5. The amount of lube needed is also misleading on the label, when starting off I suggest the following, if you think you have enough given them another good dose to be safe. Once you have used the product a bit you will get a feel for how much is enough. I feel it should be called Two Shot, you cant use too much but you sure can use to little

6. Clean all other lubes out of your sizing die, use a spray de-greaser for this. Once clean and dry give the whole die a light spray to avoid rust then give the bore of the die a heavy shot and let it dry at least 10 minutes before use. This is one time process when you change to One Shot though a occasional shot in the die is not a bad idea.

7. This should go without saying but make sure your brass is clean, dirty brass will ruin your die regardless of what lube you use.


My method of lubing cases is as follows, it is certainly not the only way but works well for me. Others use a cardboard box or a loading tray with success.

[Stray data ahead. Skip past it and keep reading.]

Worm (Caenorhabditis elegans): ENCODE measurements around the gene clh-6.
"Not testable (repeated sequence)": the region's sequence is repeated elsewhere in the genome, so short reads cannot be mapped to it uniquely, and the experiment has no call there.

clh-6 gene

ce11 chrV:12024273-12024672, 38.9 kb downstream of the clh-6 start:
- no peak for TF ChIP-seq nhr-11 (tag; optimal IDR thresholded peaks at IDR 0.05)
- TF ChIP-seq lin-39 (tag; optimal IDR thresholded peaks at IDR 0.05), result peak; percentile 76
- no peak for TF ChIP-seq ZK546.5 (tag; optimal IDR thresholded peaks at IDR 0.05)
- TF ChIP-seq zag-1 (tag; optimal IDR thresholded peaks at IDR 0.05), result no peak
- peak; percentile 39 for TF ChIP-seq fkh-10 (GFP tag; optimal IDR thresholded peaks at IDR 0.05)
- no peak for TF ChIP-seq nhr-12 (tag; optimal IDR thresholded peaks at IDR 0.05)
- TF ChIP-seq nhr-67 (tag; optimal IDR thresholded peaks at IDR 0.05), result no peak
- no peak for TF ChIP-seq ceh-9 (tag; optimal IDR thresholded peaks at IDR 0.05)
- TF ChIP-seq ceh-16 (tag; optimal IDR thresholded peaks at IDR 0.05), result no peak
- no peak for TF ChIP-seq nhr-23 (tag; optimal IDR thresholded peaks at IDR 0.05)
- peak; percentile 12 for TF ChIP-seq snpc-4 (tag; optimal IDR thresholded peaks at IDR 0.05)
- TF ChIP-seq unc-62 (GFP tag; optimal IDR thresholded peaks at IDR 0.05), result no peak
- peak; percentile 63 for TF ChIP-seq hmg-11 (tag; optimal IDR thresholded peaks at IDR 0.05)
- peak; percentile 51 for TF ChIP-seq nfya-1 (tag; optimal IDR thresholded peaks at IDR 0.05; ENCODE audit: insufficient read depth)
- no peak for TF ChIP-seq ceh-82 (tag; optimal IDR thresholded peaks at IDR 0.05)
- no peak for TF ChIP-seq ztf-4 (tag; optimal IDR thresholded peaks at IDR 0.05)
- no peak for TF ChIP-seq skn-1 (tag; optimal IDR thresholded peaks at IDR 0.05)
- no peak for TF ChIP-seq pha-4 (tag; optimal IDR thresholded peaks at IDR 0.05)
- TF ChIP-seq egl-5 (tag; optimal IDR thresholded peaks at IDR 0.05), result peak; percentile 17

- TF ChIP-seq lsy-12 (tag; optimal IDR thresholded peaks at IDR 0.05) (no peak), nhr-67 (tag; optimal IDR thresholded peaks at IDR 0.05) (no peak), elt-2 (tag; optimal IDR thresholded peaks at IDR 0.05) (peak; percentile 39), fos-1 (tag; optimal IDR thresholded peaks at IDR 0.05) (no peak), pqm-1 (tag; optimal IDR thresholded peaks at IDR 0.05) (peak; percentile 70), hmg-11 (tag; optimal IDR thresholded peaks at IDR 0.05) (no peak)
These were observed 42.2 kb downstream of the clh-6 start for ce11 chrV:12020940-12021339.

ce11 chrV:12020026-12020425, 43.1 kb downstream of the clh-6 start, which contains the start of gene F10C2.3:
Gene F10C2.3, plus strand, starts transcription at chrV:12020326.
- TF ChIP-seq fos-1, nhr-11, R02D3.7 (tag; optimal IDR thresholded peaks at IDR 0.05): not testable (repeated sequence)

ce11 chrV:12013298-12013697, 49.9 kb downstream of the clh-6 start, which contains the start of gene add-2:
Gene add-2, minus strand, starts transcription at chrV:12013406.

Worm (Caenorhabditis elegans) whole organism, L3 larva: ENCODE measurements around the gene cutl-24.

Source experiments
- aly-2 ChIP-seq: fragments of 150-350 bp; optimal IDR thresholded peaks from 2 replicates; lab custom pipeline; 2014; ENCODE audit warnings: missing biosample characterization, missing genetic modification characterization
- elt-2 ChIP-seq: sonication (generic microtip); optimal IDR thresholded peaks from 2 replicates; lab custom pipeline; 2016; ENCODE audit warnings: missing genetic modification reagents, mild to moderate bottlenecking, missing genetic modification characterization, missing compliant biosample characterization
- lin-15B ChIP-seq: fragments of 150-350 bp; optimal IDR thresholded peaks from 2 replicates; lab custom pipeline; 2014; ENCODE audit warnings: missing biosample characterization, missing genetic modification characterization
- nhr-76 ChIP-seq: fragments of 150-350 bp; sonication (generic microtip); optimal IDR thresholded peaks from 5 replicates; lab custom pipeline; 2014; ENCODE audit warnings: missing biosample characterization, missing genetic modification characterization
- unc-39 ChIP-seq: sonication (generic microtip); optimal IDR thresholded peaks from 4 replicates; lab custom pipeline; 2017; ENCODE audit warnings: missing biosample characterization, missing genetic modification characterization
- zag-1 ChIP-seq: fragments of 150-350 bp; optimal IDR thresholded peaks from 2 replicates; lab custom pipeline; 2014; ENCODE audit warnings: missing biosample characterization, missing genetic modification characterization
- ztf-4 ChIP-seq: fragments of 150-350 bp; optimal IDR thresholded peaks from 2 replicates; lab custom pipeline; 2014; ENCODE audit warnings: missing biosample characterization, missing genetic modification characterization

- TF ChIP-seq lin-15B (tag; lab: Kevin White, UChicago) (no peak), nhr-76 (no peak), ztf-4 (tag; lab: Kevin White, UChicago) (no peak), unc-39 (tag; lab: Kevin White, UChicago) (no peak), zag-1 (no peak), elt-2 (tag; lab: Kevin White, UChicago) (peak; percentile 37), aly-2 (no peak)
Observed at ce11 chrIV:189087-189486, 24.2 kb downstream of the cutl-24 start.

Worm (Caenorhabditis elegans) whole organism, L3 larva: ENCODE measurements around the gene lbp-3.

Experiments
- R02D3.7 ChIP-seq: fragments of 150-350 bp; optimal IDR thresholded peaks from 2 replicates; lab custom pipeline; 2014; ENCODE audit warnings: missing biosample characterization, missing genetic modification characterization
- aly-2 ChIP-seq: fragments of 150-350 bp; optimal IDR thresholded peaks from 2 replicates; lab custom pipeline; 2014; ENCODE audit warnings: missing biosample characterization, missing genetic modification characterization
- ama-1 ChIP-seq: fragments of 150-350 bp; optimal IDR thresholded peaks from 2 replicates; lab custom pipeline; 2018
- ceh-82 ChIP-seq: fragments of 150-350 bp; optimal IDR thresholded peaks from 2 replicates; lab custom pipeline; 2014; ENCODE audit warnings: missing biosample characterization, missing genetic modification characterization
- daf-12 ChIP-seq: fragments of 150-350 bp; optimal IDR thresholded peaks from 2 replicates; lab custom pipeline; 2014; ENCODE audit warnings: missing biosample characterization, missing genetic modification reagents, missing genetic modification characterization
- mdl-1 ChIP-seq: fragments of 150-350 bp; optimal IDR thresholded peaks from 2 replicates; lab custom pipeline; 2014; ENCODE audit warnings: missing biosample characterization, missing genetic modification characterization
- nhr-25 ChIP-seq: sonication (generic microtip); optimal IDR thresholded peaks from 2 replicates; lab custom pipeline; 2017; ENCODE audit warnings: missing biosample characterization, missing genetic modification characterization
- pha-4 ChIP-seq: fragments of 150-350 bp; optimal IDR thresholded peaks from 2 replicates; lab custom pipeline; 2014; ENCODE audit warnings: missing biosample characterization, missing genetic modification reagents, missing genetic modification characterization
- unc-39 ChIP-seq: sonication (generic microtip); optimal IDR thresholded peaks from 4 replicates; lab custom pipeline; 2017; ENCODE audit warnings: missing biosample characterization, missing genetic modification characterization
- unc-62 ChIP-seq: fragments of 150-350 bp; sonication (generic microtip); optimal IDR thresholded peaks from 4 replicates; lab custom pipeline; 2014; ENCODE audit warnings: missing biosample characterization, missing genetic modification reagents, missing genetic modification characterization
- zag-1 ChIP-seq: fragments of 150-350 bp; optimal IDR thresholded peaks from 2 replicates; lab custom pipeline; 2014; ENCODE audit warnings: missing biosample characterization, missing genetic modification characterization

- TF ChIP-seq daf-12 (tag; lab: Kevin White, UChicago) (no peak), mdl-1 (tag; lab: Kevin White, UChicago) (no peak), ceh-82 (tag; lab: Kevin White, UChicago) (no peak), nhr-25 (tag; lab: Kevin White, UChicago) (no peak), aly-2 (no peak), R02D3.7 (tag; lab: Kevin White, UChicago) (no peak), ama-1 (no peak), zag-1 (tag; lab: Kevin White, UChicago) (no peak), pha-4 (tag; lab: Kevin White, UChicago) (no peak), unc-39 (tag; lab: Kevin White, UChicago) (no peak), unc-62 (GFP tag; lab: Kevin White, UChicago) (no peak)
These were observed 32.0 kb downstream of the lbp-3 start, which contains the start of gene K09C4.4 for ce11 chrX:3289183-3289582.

1. Take a one gallon ziplock bag, lay it flat on the bench and add brass until I have a solid SINGLE layer in the bag.

2. After shaking the can as described above I give the brass a good coating of lube being sure to get to the corners of the bag.

3. Pick the bag up and give it a good agitation to mix the brass and lube.

4. Lay the bag back on the bench and get the brass back in single layer. Repeat steps 2 and 3 twice more for a total of 3 sprays.

5. Dump the brass into a open topped container and allow to dry before using.




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DirtyDrew  [Member]
My question is why would you even try it if you have to go through all of this?
Mugbug  [Team Member]
Again I dont wish to get into a debate over which is best but that is a fair question.